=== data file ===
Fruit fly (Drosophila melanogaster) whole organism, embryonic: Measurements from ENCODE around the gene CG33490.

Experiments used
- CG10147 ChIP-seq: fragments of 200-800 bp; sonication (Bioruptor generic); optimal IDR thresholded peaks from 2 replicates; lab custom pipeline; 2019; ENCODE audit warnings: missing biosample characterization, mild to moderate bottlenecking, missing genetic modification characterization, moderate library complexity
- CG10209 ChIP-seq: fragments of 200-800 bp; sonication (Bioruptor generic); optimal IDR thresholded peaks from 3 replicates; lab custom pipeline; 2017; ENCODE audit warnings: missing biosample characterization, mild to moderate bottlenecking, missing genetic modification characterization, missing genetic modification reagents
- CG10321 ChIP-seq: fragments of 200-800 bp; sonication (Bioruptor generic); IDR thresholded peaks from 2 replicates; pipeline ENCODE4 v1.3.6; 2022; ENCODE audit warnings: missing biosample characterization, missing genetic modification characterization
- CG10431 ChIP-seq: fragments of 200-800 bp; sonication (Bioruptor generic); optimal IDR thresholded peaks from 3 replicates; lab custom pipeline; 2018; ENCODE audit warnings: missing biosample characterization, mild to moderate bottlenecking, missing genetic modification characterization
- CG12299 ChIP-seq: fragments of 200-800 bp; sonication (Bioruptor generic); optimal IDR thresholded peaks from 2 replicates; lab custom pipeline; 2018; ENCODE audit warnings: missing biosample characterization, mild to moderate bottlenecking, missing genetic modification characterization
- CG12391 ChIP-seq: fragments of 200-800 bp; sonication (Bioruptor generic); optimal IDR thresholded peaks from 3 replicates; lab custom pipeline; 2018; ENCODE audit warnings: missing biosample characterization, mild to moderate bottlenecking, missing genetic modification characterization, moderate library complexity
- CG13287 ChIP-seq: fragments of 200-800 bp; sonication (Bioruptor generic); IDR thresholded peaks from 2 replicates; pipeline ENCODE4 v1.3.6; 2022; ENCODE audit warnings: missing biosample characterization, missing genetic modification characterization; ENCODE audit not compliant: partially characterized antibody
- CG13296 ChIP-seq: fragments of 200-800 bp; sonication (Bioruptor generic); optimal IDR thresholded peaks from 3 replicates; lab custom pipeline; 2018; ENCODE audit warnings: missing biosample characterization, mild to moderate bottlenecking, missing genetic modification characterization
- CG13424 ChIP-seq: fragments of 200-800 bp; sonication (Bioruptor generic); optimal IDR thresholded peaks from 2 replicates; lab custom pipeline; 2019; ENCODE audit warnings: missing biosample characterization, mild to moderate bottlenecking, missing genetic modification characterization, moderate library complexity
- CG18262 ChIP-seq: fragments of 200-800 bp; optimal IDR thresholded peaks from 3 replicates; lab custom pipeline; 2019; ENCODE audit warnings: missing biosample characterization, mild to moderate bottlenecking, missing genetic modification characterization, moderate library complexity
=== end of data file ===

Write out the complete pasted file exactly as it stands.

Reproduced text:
Fruit fly (Drosophila melanogaster) whole organism, embryonic: Measurements from ENCODE around the gene CG33490.

Experiments used
- CG10147 ChIP-seq: fragments of 200-800 bp; sonication (Bioruptor generic); optimal IDR thresholded peaks from 2 replicates; lab custom pipeline; 2019; ENCODE audit warnings: missing biosample characterization, mild to moderate bottlenecking, missing genetic modification characterization, moderate library complexity
- CG10209 ChIP-seq: fragments of 200-800 bp; sonication (Bioruptor generic); optimal IDR thresholded peaks from 3 replicates; lab custom pipeline; 2017; ENCODE audit warnings: missing biosample characterization, mild to moderate bottlenecking, missing genetic modification characterization, missing genetic modification reagents
- CG10321 ChIP-seq: fragments of 200-800 bp; sonication (Bioruptor generic); IDR thresholded peaks from 2 replicates; pipeline ENCODE4 v1.3.6; 2022; ENCODE audit warnings: missing biosample characterization, missing genetic modification characterization
- CG10431 ChIP-seq: fragments of 200-800 bp; sonication (Bioruptor generic); optimal IDR thresholded peaks from 3 replicates; lab custom pipeline; 2018; ENCODE audit warnings: missing biosample characterization, mild to moderate bottlenecking, missing genetic modification characterization
- CG12299 ChIP-seq: fragments of 200-800 bp; sonication (Bioruptor generic); optimal IDR thresholded peaks from 2 replicates; lab custom pipeline; 2018; ENCODE audit warnings: missing biosample characterization, mild to moderate bottlenecking, missing genetic modification characterization
- CG12391 ChIP-seq: fragments of 200-800 bp; sonication (Bioruptor generic); optimal IDR thresholded peaks from 3 replicates; lab custom pipeline; 2018; ENCODE audit warnings: missing biosample characterization, mild to moderate bottlenecking, missing genetic modification characterization, moderate library complexity
- CG13287 ChIP-seq: fragments of 200-800 bp; sonication (Bioruptor generic); IDR thresholded peaks from 2 replicates; pipeline ENCODE4 v1.3.6; 2022; ENCODE audit warnings: missing biosample characterization, missing genetic modification characterization; ENCODE audit not compliant: partially characterized antibody
- CG13296 ChIP-seq: fragments of 200-800 bp; sonication (Bioruptor generic); optimal IDR thresholded peaks from 3 replicates; lab custom pipeline; 2018; ENCODE audit warnings: missing biosample characterization, mild to moderate bottlenecking, missing genetic modification characterization
- CG13424 ChIP-seq: fragments of 200-800 bp; sonication (Bioruptor generic); optimal IDR thresholded peaks from 2 replicates; lab custom pipeline; 2019; ENCODE audit warnings: missing biosample characterization, mild to moderate bottlenecking, missing genetic modification characterization, moderate library complexity
- CG18262 ChIP-seq: fragments of 200-800 bp; optimal IDR thresholded peaks from 3 replicates; lab custom pipeline; 2019; ENCODE audit warnings: missing biosample characterization, mild to moderate bottlenecking, missing genetic modification characterization, moderate library complexity